Fancy some free money? The Government’s dishing it out...
Or at least it will be if LibDem MP Stephen Williams (Bristol West) has his way. He is chair of the LibDem Treasury Parliamentary committee and he thinks the Government’s shares in banking giants Lloyds TSB and RBS should be dished out to the public, who can sell them and pocket any profit.
Now that the banks’ fortunes seems to be turning, even if Barclays head honcho *only* received remuneration of £9million for 2010 (come on now, I am sure he works really hard for it) becoming a shareholder in the banks could prove to be a nice little earner for the 45 million adults (children don’t count, sorry) who would benefit under the proposals.
The plan is for each adult on the electoral role to receive 1,484 shares in RBS and 456 in Lloyds with a "floor" price set, so that they could not be sold until they had passed the price paid by the Government when it bailed out the two banks at the height of the financial crisis. On sale, the Government would receive proceeds up to the floor price, to make sure the country got its money back, with individuals keeping any gains made above that level.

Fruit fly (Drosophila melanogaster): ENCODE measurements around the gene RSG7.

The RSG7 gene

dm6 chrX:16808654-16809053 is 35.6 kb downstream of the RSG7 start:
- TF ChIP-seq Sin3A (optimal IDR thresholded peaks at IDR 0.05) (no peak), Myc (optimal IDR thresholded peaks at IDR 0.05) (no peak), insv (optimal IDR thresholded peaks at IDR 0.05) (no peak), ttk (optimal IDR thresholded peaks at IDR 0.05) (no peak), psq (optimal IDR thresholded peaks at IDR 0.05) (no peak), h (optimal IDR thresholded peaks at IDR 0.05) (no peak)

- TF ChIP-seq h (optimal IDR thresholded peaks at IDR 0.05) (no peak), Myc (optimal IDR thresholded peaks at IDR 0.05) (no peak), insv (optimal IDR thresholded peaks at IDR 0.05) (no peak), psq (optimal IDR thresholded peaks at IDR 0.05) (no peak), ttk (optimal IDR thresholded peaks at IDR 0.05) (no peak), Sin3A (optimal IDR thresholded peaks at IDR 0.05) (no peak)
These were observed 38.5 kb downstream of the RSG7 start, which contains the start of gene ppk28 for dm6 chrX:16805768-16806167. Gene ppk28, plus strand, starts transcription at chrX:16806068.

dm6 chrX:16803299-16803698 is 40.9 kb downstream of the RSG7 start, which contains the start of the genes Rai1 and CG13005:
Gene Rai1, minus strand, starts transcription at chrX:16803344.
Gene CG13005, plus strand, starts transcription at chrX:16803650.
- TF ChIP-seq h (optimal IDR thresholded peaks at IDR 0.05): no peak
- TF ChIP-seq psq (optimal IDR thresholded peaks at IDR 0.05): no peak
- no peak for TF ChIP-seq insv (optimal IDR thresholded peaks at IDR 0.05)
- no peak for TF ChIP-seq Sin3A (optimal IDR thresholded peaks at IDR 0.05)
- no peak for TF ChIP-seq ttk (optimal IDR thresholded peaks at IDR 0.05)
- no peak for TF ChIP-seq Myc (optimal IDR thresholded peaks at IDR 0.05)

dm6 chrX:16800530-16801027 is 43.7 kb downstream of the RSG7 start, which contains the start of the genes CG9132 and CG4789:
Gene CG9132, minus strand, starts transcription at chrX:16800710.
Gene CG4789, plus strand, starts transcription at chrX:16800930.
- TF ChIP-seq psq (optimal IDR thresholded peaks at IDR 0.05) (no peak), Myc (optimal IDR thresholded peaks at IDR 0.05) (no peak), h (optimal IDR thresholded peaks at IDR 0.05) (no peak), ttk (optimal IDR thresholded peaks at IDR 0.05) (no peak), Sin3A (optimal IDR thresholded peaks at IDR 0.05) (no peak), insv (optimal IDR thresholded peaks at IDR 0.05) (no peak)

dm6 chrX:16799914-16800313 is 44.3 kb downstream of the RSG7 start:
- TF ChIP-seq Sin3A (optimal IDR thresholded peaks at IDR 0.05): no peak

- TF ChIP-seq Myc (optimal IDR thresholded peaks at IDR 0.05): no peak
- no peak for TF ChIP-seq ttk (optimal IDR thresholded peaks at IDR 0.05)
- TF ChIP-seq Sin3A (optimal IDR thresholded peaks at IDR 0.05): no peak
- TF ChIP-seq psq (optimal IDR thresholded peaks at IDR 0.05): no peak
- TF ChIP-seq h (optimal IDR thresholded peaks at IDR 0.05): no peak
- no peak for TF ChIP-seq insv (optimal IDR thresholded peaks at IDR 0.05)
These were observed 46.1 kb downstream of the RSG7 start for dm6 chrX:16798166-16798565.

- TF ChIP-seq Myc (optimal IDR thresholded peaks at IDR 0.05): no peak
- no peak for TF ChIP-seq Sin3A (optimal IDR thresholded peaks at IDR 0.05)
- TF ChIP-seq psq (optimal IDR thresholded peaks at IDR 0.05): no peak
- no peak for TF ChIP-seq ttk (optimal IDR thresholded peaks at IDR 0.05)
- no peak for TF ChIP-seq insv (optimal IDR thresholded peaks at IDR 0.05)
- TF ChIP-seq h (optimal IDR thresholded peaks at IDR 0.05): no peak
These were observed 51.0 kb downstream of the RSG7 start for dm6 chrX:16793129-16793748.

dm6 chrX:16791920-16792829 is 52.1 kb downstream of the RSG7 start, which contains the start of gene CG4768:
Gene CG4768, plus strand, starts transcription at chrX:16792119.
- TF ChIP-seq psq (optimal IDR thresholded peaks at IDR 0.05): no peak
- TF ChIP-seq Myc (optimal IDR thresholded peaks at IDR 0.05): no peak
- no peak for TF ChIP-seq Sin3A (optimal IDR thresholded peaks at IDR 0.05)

If for example the floor price was set at 50.5p for RBS and 74p for Lloyds - the average paid by the Government - and their shares rose to 75p and £1.10p, the profit per person would be more than £500. That’s each. In free money.
The proposals also suggest a share dealing account is set up for every individual, with a default option to sell the shares on their behalf within two to three years, although people could opt out and trade the shares themselves. Speaking on Radio 2 yesterday Stephen Williams described the measure as a way for the public to get back some of what everyone had lost through the financial crisis.
However, the naysayers have been sticking their beak in and there have been many obstacles put forward- whether the shares should only be received by taxpayers, rather than citizens, whether bankrupts or higher rate taxpayers should be excluded, and my own personal favourite, that giving people shares in only 2 companies does not encourage a risk diversified portfolio and would confuse the majority of the population. What's confusing about free money?
Of course, despite being part of the Government, the LibDems’ proposal is not at all sure of adoption, but surely Dave, who wants us all to be in it together, will chuck some free cash our way. And if not, we will all want to know why not...